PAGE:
State Success Stopped Short

DECA wins at State finds international advancement halted by virus


photo submitted by Julianne Ash

On the eve of the DECA competition, students watch the Opening Ceremony with anticipation.

Gleaming name tags hang on lanyards, and crisp suits and blazers are stylishly worn by students. They hold business cards, posters, and a fierce determination to win.

Before Spring Break, DECA students who won at the district level went to Fort Worth to attend the State Career Development Conference and competed with the with the hope to win and represent their school. At the conference, students from all over Texas come not only to compete, but to network, expand and enjoy their time at the conference. 

“I think that this year’s state competition was the best state conference since I have been in, as a DECA adviser of the past 13 years,” adviser and business teacher Julieanne Ash said. “The kids did a phenomenal job representing Klein Oak as well as all of the Klein schools.”

For many, DECA means more than just competition. For new chapters, DECA change brings positive change to the lives of students and their communities. 

“It’s a great way for high schoolers to build a community both within their school and outside of it. Competition tends to bring people together and that was very evident with my team,” sophomore Kenneth Lee, a student at Cypress Falls High School said. “We were strangers to each other in the chapter starring off, but after the Districts and States competition, I feel that we’ve all grown a lot closer together. As for outside school life, students going out and gaining sponsorships, participating in community outreach and doing real-world activities in aid of their projects are all just small pieces of connections DECA participants can form outside school walls.”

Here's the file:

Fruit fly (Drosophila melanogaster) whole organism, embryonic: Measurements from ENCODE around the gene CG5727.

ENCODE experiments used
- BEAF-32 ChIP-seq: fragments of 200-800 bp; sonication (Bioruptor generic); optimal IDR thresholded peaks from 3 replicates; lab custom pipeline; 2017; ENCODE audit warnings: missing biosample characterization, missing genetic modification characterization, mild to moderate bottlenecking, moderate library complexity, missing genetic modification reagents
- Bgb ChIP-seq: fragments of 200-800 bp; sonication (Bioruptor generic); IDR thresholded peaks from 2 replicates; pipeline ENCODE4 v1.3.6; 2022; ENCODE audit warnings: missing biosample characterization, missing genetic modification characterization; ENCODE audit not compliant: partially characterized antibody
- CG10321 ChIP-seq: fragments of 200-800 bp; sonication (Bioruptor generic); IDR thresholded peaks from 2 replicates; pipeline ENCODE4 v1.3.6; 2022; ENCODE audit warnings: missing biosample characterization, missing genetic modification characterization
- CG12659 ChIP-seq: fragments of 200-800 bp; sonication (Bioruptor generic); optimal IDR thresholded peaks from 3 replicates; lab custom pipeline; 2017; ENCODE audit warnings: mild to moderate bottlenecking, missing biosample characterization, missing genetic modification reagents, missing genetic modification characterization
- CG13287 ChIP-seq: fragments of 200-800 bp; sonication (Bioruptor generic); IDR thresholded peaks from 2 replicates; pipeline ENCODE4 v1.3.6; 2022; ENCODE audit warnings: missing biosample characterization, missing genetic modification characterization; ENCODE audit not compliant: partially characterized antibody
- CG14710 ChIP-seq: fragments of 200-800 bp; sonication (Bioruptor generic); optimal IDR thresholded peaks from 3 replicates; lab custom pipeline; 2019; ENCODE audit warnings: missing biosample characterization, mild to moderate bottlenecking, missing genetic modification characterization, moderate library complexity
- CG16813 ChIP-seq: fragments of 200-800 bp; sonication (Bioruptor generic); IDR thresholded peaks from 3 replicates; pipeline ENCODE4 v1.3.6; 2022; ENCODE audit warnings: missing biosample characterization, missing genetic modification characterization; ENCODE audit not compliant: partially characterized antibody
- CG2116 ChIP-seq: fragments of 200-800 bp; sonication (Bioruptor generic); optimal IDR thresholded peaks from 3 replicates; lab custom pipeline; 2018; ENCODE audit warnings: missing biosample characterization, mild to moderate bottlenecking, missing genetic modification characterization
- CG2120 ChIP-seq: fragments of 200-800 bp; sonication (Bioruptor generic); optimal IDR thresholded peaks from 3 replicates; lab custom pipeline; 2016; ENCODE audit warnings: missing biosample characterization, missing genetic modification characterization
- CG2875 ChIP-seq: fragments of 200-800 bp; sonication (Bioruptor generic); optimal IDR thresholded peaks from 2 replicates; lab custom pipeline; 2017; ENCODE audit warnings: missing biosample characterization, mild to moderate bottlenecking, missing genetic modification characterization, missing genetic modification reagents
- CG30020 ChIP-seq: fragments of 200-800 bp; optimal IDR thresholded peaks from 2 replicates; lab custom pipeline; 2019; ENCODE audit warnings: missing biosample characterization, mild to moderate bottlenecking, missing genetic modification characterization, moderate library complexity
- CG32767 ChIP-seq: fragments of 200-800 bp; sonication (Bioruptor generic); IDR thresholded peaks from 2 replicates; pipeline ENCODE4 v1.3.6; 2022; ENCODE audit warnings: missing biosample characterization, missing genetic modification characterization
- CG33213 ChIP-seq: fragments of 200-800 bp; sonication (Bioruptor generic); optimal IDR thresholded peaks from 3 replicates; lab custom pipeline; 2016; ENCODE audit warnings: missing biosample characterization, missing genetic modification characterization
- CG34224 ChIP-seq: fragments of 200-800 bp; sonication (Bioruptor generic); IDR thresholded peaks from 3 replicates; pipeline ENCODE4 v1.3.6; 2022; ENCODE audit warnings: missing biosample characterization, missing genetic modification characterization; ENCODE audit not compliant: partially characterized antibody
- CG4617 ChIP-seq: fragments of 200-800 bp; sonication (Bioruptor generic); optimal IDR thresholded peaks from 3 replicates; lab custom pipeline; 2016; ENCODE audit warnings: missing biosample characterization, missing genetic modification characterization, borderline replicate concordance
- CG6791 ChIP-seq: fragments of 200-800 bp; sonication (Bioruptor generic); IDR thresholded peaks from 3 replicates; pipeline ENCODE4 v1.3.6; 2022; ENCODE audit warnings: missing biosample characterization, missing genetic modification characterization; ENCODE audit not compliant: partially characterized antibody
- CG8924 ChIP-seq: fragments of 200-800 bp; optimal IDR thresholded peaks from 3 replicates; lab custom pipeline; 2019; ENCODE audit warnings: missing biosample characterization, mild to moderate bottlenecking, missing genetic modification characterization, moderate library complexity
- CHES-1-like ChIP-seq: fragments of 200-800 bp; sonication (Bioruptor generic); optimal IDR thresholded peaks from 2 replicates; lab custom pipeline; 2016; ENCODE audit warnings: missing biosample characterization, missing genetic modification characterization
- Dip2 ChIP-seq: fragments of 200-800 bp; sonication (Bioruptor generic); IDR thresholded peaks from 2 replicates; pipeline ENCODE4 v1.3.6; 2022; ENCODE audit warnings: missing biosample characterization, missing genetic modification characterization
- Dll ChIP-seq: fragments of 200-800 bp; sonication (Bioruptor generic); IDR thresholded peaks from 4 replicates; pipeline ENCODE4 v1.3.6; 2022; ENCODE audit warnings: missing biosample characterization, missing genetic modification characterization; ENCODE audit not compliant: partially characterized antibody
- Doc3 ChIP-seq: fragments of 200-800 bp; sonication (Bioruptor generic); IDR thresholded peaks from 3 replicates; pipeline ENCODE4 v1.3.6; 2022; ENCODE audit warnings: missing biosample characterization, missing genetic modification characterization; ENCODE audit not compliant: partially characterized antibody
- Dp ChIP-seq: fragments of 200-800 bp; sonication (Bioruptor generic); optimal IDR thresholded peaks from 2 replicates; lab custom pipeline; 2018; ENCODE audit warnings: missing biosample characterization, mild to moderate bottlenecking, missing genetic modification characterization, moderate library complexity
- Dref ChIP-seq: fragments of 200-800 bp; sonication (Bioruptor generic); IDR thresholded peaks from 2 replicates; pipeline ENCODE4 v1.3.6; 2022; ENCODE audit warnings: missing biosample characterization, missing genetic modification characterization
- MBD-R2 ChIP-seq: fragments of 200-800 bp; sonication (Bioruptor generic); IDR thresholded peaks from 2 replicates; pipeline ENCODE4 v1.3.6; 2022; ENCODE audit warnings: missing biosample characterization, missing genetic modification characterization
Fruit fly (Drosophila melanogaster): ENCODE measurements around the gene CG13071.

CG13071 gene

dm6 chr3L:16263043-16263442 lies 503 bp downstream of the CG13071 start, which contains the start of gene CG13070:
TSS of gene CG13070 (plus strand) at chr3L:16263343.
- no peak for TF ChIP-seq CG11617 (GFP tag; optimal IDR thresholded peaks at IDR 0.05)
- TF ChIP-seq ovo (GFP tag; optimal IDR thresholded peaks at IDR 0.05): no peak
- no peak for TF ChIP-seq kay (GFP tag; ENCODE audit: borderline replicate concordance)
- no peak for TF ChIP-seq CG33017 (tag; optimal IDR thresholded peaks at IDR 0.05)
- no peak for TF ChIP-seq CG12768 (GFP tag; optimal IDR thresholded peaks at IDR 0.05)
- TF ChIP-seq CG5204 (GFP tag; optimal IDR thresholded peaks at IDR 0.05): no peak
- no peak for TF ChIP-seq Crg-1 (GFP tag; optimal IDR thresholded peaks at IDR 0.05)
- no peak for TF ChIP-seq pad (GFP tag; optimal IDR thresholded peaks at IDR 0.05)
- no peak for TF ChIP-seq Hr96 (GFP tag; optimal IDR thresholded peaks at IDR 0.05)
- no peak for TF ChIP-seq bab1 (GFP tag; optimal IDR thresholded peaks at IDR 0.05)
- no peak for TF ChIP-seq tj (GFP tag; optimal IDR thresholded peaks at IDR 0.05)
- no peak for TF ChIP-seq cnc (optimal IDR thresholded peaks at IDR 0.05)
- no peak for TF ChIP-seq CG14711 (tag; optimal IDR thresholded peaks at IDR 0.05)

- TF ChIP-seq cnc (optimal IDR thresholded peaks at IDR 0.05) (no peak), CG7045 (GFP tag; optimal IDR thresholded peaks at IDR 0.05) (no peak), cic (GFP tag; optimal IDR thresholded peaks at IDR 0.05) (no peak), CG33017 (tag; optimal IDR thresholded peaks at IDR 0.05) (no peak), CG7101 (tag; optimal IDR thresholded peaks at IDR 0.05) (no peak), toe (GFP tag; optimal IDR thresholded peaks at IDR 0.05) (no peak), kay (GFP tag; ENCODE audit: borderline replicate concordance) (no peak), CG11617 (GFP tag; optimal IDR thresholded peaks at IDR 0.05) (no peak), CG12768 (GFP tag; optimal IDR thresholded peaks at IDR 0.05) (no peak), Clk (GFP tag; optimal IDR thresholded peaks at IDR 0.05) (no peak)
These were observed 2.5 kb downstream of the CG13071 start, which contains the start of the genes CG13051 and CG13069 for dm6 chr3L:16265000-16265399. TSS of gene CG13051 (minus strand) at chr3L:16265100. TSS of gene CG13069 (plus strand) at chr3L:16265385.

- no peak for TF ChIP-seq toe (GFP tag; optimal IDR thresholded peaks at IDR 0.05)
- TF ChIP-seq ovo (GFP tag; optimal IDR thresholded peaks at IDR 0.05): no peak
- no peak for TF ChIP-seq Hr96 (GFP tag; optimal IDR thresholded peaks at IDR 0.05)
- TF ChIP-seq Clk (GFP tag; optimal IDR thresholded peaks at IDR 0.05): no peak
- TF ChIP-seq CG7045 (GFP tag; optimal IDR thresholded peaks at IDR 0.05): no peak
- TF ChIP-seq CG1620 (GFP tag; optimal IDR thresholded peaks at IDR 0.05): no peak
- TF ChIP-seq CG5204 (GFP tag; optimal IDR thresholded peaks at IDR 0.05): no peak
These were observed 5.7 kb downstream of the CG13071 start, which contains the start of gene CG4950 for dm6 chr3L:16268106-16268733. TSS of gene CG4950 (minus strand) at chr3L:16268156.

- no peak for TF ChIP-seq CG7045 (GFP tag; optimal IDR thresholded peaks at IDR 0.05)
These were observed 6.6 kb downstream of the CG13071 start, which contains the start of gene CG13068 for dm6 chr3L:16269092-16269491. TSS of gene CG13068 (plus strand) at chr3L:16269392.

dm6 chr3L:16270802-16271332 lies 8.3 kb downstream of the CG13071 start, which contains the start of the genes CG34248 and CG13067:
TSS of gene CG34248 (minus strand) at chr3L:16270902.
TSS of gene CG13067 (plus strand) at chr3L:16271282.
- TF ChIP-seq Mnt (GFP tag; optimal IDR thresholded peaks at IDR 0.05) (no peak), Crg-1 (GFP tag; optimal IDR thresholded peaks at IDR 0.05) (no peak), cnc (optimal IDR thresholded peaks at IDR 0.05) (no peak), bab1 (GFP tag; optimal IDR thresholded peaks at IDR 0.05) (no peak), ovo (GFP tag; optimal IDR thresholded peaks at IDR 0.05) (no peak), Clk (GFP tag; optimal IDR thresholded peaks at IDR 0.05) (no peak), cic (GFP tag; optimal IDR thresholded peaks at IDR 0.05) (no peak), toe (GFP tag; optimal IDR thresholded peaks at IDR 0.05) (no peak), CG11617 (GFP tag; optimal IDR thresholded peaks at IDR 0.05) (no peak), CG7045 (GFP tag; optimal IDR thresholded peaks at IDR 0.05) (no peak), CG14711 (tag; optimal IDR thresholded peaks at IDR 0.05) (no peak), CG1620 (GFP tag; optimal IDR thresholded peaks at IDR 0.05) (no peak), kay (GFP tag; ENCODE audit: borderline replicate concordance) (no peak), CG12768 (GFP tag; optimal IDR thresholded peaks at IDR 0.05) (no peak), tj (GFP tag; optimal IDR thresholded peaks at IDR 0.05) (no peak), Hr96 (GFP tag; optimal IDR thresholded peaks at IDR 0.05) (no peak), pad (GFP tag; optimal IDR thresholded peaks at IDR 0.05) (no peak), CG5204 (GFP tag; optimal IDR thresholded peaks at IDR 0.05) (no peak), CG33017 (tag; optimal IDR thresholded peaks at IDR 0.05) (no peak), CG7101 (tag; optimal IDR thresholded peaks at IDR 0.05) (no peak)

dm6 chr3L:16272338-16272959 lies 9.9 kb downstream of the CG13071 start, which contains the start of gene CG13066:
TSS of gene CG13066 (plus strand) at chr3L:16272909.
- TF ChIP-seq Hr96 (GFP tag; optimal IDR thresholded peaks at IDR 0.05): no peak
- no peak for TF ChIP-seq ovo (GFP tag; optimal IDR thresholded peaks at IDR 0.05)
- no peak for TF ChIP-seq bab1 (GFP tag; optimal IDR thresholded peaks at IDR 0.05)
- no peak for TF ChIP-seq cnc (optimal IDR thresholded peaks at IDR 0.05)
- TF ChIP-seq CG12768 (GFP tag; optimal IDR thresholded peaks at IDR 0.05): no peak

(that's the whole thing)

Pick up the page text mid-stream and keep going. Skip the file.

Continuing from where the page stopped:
For many, this was a year of accomplishment,  with a total of 41 student finalists. From those finalists, 21 of them will were to advance to the next high level in DECA: the International Career Development Conference, or better known as ICDC. Because of the closure of schools across the nation, the ICDC event was cancelled for the 2020 school year.

“This was my third time going to state but I can honestly say it was by far the most special, “ state winner and junior Caitlyn Nguyen said. “After our presentation to our judge, I didn’t feel confident in our performance at all, so during the awards ceremony I was really not expecting much. But then, the announcer called our names, and we advanced to ICDC, and it  was the most surreal experience. I am beyond proud of my team!” 

Soon after the conference, plans for ICDC were being made and a new chapter was to open for DECA students. 

“DECA is not only a competition or a club, it is a community. It is a means of gaining new knowledge, and it is an open door for future success,” Lee said.